A recent review of a new HTC One, this one running the Windows Phone 8.1 O/S, points to more work for Microsoft Public Relations (PR).
The title of this review is HTC One for Windows: Another Great Phone You Probably Won’t Buy. The writer is Joanna Stern, and the publication is the online Wall Street Journal.
Readers unable to read the entire article are encouraged to watch the 3 minute video embedded in the article. Why the writer would choose Time Square as a fair location to collect a sample of public opinion as to the popularity of Windows Phone (or the lack of it) eludes this writer. But, to give Stern the benefit of the doubt, perhaps someone in Microsoft’s PR team has identified mass market smart phone consumers as the target market for the Windows Phone 8.1 O/S.
If this is the case (and one must ask, with so many of these “reviews” producing nothing more positive than “it’s a great phone, but no one will buy it”, over and over again) then someone at Microsoft should take corrective action to ensure PR communicates the right message to the media.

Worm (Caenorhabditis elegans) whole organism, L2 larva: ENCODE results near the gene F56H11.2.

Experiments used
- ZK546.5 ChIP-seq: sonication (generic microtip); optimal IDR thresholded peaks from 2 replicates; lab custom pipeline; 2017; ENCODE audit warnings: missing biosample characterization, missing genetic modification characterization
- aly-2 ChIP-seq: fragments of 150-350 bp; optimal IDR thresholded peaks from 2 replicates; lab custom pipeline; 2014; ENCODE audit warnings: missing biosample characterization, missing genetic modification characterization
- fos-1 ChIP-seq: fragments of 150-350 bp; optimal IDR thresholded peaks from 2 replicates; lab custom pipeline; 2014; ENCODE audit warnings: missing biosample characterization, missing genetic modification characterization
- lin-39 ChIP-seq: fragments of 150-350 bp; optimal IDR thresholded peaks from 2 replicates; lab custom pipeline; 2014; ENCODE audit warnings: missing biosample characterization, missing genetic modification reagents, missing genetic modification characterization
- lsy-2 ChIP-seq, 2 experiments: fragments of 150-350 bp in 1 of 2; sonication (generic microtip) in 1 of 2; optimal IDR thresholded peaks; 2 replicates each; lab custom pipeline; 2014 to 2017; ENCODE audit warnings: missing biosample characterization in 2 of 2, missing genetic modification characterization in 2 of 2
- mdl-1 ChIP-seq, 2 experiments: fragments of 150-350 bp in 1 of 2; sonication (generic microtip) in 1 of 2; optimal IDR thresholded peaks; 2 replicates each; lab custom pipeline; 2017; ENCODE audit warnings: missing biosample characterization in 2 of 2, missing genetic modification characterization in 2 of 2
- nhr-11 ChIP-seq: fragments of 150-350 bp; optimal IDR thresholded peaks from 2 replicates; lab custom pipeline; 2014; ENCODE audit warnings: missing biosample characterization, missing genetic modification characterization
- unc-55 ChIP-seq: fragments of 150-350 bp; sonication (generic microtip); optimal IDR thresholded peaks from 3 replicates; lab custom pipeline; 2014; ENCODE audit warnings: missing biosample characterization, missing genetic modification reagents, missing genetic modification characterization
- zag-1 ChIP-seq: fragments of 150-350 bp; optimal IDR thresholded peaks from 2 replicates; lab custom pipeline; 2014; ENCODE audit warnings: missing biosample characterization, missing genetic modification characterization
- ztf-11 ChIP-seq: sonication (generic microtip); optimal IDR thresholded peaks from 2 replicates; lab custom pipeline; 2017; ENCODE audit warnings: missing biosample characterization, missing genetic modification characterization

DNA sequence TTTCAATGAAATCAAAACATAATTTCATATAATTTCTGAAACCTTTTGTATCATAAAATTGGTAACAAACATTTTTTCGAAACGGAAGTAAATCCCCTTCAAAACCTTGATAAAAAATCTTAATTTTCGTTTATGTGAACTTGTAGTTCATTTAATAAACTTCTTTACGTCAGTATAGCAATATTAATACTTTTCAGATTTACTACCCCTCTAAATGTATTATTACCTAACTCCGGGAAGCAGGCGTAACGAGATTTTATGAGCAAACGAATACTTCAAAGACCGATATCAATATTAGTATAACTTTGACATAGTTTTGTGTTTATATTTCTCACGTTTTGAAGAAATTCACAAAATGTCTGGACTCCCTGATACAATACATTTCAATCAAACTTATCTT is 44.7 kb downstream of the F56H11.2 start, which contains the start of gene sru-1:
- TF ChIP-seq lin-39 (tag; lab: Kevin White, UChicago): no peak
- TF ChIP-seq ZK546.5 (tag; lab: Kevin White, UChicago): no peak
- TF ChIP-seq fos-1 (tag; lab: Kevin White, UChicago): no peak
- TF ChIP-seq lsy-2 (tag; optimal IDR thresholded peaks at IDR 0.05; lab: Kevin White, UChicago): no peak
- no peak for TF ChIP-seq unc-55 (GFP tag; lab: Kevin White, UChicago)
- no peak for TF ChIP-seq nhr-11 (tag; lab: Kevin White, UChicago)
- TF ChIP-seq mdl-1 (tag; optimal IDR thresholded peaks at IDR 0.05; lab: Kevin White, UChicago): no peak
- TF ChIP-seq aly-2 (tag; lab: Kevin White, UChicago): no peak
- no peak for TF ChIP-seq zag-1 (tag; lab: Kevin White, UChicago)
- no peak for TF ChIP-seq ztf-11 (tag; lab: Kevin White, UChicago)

In this writer’s opinion, the target market for a comparatively expensive smart phone like the HTC One, with the Windows 8.1 O/S, is enterprise business users (inclusive of the “fringe” created by the consumerization of IT and the BYOD structures enterprise businesses have constructed to support it). After all, what’s a tourist in Times Square going to do with Office? Office 365? Enterprise Search (for which Cortana will play a big role)? Yammer?
One can argue these consumers will be attracted to the camera on the phone, but the camera is not one of the “mission critical” features of this smart phone. The Apps we just mentioned, and to name but one more, Remote Desktop Connection, make up the solution for the burning need this target market has for the Windows Phone. In this writer’s opinion, making the rounds of mass media every time a new feature is added to the Windows Phone O/S, or even to inform them about the debut of the Surface Pro 3, only serves to render Microsoft’s products something less than what they ought to be.
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